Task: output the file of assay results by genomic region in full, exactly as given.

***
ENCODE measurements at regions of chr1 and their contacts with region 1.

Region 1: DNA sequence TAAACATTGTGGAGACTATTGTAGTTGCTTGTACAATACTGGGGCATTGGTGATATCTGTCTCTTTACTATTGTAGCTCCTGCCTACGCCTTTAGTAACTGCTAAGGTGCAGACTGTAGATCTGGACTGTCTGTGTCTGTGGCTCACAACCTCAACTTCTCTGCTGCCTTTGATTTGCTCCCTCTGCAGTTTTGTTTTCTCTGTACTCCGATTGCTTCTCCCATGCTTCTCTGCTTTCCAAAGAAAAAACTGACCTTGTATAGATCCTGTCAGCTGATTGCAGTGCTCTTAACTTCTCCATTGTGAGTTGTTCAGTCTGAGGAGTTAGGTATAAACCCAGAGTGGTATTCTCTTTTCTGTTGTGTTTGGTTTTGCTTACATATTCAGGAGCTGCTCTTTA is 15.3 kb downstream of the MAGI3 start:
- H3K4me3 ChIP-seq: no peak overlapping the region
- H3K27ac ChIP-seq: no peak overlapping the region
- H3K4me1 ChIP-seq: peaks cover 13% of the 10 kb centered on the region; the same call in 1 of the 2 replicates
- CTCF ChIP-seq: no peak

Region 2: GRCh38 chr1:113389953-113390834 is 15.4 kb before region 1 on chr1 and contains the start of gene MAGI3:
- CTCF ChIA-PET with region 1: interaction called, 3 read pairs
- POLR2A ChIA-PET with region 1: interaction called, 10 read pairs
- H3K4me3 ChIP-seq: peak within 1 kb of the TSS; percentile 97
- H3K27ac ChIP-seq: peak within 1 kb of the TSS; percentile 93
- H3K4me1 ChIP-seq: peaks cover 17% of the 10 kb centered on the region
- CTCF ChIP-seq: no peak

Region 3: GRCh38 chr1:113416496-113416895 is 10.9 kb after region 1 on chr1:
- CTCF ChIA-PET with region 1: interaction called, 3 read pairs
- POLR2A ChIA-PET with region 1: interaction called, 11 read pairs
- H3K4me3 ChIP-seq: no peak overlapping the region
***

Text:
ENCODE measurements at regions of chr1 and their contacts with region 1.

Region 1: DNA sequence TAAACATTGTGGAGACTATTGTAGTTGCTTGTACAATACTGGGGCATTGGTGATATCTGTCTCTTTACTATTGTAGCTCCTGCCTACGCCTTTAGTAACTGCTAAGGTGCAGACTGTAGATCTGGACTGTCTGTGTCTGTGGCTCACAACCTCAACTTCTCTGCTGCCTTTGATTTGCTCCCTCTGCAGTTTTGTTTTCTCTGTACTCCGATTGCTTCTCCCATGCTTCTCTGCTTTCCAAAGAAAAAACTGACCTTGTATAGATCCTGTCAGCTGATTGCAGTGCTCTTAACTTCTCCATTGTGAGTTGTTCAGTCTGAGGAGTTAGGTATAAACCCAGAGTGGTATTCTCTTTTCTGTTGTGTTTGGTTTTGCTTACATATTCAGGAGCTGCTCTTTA is 15.3 kb downstream of the MAGI3 start:
- H3K4me3 ChIP-seq: no peak overlapping the region
- H3K27ac ChIP-seq: no peak overlapping the region
- H3K4me1 ChIP-seq: peaks cover 13% of the 10 kb centered on the region; the same call in 1 of the 2 replicates
- CTCF ChIP-seq: no peak

Region 2: GRCh38 chr1:113389953-113390834 is 15.4 kb before region 1 on chr1 and contains the start of gene MAGI3:
- CTCF ChIA-PET with region 1: interaction called, 3 read pairs
- POLR2A ChIA-PET with region 1: interaction called, 10 read pairs
- H3K4me3 ChIP-seq: peak within 1 kb of the TSS; percentile 97
- H3K27ac ChIP-seq: peak within 1 kb of the TSS; percentile 93
- H3K4me1 ChIP-seq: peaks cover 17% of the 10 kb centered on the region
- CTCF ChIP-seq: no peak

Region 3: GRCh38 chr1:113416496-113416895 is 10.9 kb after region 1 on chr1:
- CTCF ChIA-PET with region 1: interaction called, 3 read pairs
- POLR2A ChIA-PET with region 1: interaction called, 11 read pairs
- H3K4me3 ChIP-seq: no peak overlapping the region